What is learning? What kinds of processes go on in a learning situation?
Many believe we learn mostly from our experiences. Events, people, and situations are often pointed to as “having had a great influence” on us. This idea is partly true, but it is probably more correct that we learn what we experience.
Feelings, ideas, sensations, and actions are learned as they are felt, thought, perceived, or acted. A child, for example, may associate with a talented teacher, but he will learn little unless he is caused to feel, to think, or to act himself. Experiences that involve us the most, personally and profoundly, provide the greatest learning experience. It is what we experience in our own highly unique way that determines what we believe, how we act, and the things we think are important.
Some situations in life, because of the personal involvement required, more abundantly allow humans to experience and learn. Family life, as a situation of great involvement, is the source of greatest learning for children. Within families, too, the marriage relationship is probably the single most profound influence on adults. When people marry they are, in a sense, agreeing to learn from each other. In fact, a married person must learn from his partner, for countless experiences confront them that produce increased knowledge. Much of what life has to offer mortal men and women can be received through this partnership. Marriage is a talented teacher of great lessons that profoundly influences life for each of the people in it.
Like any lesson or learning experience, marriage must be organized in certain ways to produce the best results. For example, many think teaching and telling are the same thing. In marriage this idea is incorrect, because telling a partner what to do or how to do it may mean something quite different from telling a student or another person the same thing. Marriage is a special relationship, and understanding it can help two people teach each other and create a desire to learn.
Marriage is unique for many reasons, but it is preeminent among all other relationships, because it is the basic covenant unit of an eternal family. No other mortal human association is freely entered into with the same lasting, eternal possibilities. Because couples believe their relationship will last forever, it is more difficult for them to ignore things that happen in the present. For example, a woman married to a negligent priesthood holder is probably very insecure about him, and she cannot ignore what seems to be indifference toward priesthood duties, because their future is in jeopardy. For the same reason, a man cannot easily overlook undesirable actions of his wife.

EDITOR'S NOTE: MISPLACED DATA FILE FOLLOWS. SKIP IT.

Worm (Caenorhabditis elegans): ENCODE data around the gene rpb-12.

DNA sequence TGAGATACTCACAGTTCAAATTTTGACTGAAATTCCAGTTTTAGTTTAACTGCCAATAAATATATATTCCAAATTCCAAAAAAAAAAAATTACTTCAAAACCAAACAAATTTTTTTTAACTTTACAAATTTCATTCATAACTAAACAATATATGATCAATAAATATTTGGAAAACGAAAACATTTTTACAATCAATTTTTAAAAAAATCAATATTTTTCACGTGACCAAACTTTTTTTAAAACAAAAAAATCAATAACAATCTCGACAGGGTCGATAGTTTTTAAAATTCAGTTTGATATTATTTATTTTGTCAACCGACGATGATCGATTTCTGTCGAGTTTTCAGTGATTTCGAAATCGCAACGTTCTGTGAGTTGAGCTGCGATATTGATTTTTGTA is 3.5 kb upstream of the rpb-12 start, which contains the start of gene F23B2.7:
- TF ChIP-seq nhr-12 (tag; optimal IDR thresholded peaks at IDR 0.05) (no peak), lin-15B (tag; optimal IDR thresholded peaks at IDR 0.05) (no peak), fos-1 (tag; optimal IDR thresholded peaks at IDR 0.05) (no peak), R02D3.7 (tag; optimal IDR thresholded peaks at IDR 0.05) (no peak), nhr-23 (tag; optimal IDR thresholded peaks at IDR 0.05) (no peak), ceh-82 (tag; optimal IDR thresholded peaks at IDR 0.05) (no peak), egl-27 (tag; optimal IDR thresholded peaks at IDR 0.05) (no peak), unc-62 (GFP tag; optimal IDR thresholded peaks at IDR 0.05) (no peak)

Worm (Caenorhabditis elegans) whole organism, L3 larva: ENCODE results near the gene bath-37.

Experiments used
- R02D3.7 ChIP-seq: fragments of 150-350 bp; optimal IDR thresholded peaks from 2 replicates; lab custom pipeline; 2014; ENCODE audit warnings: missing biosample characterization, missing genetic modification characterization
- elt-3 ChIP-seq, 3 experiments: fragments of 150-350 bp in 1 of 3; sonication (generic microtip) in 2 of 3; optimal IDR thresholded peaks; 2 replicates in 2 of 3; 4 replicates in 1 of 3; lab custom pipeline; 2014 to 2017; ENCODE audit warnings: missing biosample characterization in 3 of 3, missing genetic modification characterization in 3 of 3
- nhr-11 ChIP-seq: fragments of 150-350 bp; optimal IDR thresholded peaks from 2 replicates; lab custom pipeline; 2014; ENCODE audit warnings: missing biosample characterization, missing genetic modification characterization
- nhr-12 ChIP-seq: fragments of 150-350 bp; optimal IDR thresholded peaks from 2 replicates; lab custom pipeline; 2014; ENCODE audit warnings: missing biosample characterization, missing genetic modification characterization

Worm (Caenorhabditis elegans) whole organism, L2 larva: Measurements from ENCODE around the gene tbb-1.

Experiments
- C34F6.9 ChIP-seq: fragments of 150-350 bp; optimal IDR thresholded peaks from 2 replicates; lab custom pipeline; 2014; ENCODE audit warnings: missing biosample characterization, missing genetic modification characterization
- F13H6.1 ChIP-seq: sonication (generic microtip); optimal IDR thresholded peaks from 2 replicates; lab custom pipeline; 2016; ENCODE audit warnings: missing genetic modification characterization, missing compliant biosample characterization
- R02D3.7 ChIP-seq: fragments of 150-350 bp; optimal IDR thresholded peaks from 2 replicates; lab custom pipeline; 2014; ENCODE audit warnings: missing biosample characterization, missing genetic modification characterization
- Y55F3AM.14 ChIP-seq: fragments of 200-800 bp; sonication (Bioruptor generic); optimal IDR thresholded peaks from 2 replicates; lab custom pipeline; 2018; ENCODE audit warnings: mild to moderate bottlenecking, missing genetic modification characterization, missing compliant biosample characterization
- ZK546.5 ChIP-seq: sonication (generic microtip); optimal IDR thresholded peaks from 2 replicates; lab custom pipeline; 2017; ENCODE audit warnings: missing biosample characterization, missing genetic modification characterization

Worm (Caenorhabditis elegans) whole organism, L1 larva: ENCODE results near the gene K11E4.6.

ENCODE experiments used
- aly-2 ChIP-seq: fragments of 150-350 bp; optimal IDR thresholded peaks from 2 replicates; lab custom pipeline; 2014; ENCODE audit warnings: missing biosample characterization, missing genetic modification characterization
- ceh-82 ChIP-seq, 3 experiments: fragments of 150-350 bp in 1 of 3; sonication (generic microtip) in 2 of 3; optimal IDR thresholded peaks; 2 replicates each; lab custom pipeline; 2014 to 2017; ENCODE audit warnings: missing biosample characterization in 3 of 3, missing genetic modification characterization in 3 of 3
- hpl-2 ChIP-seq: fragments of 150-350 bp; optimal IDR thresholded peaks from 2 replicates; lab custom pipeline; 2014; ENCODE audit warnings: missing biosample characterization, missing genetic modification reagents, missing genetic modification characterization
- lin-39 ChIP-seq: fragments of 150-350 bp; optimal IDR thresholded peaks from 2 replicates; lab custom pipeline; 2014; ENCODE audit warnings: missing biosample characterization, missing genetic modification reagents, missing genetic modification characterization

Marriage is unique for a second reason. People enter into it believing they will be with someone who knows them better than anyone else. We typically expect to be closer, better understood, and more intimate in marriage. When this does not occur, there is greater tendency to be dismayed. Husband and wife then watch each other closely to make sure that each is involved and understanding.
As a consequence of this, one person cannot be the teacher and the other the learner for any length of time. Both must be teacher and both must be learner, and in order to teach in marriage, one must wear the cloak of teacher and student at the same time. This means any comments and suggestions given need to reflect tentativeness and need to consider the ideas of both.
A third reason marriage is unique is that accomplishments by a couple require the joint effort of both. Marriage is a place where a great deal of emphasis is given to vital tasks performed by the couple. Husband and wife as two different individuals, however, are thrown together to perform tasks, and each, quite naturally, may have different points of view. This situation is one most couples will repeatedly face.
The reasons why marriage is unique, then, suggest that if a couple wish to teach each other, they may need to do some things differently than they would in a regular teaching situation.
It is important to understand what a partner wants. Even though all of us have wants, desires, dreams, and preferences, sometimes we keep them to ourselves, seldom voice them, and disguise them in some way. These are the fantasies and dreams we wish for in our lives, and which give us direction. These consist of ways in which we want to act, things we want to be, and traits we wish to acquire. To effectively learn in marriage, a person needs to know his or her partner’s desires in these areas.